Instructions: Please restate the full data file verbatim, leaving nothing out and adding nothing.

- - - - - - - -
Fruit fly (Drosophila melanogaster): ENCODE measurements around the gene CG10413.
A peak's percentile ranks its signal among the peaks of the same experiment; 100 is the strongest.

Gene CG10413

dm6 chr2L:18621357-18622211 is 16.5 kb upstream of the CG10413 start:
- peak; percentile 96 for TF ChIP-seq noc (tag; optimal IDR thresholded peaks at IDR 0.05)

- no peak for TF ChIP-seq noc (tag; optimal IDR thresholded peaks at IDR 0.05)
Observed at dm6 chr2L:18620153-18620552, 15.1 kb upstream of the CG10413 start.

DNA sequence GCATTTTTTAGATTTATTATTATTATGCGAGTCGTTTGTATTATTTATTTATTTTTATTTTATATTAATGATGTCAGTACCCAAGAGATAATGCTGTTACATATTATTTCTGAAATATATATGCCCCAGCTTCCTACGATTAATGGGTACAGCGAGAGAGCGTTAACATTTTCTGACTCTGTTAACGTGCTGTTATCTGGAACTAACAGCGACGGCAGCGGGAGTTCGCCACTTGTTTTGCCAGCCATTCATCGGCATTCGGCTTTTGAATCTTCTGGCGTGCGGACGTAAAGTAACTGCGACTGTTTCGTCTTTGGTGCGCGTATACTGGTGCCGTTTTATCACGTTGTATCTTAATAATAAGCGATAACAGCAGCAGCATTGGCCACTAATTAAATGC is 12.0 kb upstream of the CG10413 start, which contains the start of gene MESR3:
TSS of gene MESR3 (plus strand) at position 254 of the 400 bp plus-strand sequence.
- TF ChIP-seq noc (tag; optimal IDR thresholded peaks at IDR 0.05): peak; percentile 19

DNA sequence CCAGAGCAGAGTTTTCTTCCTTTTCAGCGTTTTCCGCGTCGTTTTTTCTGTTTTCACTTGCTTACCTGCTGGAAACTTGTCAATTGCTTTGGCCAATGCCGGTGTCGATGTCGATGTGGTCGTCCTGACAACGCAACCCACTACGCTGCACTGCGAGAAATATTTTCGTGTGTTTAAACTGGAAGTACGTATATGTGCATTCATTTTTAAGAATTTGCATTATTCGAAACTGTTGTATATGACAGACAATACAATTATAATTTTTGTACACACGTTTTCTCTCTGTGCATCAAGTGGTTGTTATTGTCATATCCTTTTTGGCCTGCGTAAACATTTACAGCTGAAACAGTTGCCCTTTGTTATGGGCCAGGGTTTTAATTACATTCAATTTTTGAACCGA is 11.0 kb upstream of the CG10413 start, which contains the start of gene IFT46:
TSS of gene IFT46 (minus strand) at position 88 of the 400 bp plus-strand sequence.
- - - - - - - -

Fruit fly (Drosophila melanogaster): ENCODE measurements around the gene CG10413.
A peak's percentile ranks its signal among the peaks of the same experiment; 100 is the strongest.

Gene CG10413

dm6 chr2L:18621357-18622211 is 16.5 kb upstream of the CG10413 start:
- peak; percentile 96 for TF ChIP-seq noc (tag; optimal IDR thresholded peaks at IDR 0.05)

- no peak for TF ChIP-seq noc (tag; optimal IDR thresholded peaks at IDR 0.05)
Observed at dm6 chr2L:18620153-18620552, 15.1 kb upstream of the CG10413 start.

DNA sequence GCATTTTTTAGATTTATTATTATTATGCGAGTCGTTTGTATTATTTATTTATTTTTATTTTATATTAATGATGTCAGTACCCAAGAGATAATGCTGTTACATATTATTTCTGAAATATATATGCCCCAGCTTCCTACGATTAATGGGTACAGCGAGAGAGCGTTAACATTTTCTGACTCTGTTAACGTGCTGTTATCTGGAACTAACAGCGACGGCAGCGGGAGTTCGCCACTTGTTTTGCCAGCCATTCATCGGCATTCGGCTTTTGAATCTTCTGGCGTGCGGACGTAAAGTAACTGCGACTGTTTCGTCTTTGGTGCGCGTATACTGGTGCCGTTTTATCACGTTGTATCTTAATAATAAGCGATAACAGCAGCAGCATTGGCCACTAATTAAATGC is 12.0 kb upstream of the CG10413 start, which contains the start of gene MESR3:
TSS of gene MESR3 (plus strand) at position 254 of the 400 bp plus-strand sequence.
- TF ChIP-seq noc (tag; optimal IDR thresholded peaks at IDR 0.05): peak; percentile 19

DNA sequence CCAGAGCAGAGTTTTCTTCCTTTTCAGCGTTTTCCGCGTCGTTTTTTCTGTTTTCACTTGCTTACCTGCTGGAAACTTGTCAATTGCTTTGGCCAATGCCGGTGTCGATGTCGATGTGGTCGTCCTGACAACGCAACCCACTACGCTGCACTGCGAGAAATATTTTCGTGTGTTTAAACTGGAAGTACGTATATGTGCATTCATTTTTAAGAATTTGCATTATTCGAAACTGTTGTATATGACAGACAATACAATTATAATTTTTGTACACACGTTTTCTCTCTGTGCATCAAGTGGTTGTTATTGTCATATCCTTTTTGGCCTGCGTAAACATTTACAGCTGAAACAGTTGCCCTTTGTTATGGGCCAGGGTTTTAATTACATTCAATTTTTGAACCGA is 11.0 kb upstream of the CG10413 start, which contains the start of gene IFT46:
TSS of gene IFT46 (minus strand) at position 88 of the 400 bp plus-strand sequence.